Greenpa at the Little Blog in the Big Woods talks about the concept of pushing on icebergs. It can seem futile for an individual person to keep pushing on such a big object and expect it to actually move in a different direction. But with enough individual people pushing for a long enough time, even a behemoth can be moved. When I saw the CTV news late last week showing the results of the latest Canadian political poll, it felt like a shift could really be happening!

For the first time ever, the Green Party polled as the third most popular political party in all of Canada. In the Western provinces, 18% of people said they would vote Green if an election were held on the day of the poll! That's almost one in five people -- I guess me and my little denim Green Party bag don't have to feel so lonely anymore! You can seen the complete poll results here.

Also, I have already pestered friends and family members about this, but I'll say it again here. If you live in Canada and feel that the leader of the national Green Party, Elizabeth May, should be included in the televised debates the next time there is a federal election, please sign this petition. The leaders of the other four parties are always invited to participate, and one of these parties (the Bloc Quebecois) doesn't even run a national slate of candidates. Oh, and if you are the least bit curious, why not check out some of the Green Party's positions on important issues like climate change, building a green economy, health care, a fair tax structure, the democratic process and even beauty and integrity.

The Green Party is the only party I know of that bases its policies on the six principles of ecological wisdom, non-violence, social justice, sustainability, participatory democracy and respect for diversity. Those are the kinds of things that motivate me to keep on pushing on my little part of that metaphorical iceberg. I would surely like to see that iceberg move before the real icebergs all melt.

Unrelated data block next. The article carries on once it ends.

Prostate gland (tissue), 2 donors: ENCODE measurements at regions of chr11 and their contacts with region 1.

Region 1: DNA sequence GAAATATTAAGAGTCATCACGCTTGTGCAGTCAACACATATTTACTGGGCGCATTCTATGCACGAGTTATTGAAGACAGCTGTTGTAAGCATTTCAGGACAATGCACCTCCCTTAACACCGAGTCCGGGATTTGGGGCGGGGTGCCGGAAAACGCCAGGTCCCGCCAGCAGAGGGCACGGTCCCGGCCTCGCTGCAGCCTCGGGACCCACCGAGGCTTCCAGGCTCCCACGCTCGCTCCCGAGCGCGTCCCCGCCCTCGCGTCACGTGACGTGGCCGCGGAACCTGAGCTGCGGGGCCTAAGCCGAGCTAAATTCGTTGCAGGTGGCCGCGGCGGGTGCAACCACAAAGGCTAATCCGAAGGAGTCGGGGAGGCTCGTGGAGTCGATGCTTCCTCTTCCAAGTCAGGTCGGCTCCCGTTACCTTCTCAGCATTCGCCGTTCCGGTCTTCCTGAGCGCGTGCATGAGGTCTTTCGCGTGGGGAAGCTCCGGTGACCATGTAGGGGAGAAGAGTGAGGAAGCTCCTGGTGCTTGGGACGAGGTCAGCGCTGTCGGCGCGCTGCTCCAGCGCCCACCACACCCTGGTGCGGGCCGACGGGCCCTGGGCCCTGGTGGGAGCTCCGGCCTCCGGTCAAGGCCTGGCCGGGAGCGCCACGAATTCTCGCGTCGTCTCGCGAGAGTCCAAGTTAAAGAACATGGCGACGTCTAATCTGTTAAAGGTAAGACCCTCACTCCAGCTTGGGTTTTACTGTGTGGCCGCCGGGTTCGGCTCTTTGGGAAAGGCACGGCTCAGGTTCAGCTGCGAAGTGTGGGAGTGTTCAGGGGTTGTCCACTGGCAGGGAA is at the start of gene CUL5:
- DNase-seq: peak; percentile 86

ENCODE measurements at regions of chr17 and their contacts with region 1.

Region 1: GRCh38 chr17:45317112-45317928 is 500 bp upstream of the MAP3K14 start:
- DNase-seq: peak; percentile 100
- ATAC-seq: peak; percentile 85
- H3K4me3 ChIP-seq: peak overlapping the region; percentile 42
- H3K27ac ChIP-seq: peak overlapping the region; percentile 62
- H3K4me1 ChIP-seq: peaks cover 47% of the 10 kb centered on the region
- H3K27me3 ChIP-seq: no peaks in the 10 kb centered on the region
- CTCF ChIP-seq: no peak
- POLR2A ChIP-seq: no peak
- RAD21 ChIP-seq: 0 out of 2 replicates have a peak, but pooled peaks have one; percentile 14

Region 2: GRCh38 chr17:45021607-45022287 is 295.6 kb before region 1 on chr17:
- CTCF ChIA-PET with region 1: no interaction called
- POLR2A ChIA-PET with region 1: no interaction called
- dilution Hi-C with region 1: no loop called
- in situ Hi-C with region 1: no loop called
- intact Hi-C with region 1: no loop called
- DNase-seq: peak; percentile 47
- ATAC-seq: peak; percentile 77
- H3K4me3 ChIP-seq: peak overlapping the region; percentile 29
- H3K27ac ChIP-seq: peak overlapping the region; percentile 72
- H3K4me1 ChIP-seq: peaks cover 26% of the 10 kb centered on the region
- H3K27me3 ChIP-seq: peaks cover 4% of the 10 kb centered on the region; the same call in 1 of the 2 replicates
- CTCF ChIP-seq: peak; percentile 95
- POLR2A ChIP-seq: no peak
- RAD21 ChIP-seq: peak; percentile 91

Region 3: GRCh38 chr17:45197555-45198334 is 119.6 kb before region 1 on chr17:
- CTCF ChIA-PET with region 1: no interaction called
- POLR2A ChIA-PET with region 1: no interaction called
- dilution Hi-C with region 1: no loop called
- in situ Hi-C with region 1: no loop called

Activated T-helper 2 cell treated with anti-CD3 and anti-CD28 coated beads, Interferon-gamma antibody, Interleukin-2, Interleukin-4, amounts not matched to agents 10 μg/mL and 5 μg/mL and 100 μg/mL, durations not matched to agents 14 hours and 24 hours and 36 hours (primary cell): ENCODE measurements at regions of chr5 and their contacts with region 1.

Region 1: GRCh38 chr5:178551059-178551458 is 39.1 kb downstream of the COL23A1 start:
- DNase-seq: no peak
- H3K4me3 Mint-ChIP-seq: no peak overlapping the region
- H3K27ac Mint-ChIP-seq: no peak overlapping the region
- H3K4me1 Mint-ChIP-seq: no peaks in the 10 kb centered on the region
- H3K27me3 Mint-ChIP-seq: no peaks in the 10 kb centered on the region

Sunday, 11 November 2007

No Purchase Necessary: Buy Nothing Day(s) 2007

Since 1992, Adbusters magazine has been promoting an annual "Buy Nothing Day." It is traditionally held on the day after American Thanksgiving, which is apparently the most shopping-intensive day of the year. This year, the fast from consumerism is marked on Friday, November 23rd in the USA and Canada, and on Saturday, November 24th internationally. There are activities in various cities worldwide where activists do things like walk zombie-like through malls, publicly offer to cut up your credit cards, or line up together to form convoys of people pushing shopping carts with nothing in them. But the main activity is the not-buying of things.

I'm going to take the plunge and not buy anything on either day. Care to join me?

Imagine a day (or two) where you've decided beforehand that you're just not going to buy anything. No coffee beverage, no newspaper, no dinner and/or a movie, no gas at the gas station, no pop or chips. No impulse purchases of new shoes, mascara, CDs/DVDs, or that other cool doo-dad on sale 'today only.' Just a day (or two) of using what you already have. No need to even pay attention to advertisements on TV or the radio or the internet, because you've already decided that you have enough of this, that or the other thing. A time where we reclaim our identity as people, instead of just consumers. Where we remember that we are human beings who love and care for each other, not just handy marketing targets. Where we re-assert that the economy serves the people, the people don't serve the economy.

Friday, 2 November 2007

Challenge Withdrawal

Well, you may have noticed that the Freeze Yer Buns challenge banner has been removed from the right side bar. I've decided to withdraw from the challenge for the time being. The reason for this is because one of our guinea pigs, Corky, died last week just a couple of days after starting the challenge. I am not certain if it was the lower temperature that brought on the upper respiratory infection that she died from, but I didn't want to take the chance that it was and possibly jeopardize our other guinea pig's health. So it's time for some serious reassessment on that front. We may turn our attention to other ways of conserving energy. And we definitely need to really think about how our actions and decisions influence the lives of those in our care.

Rest in peace little Corky pig.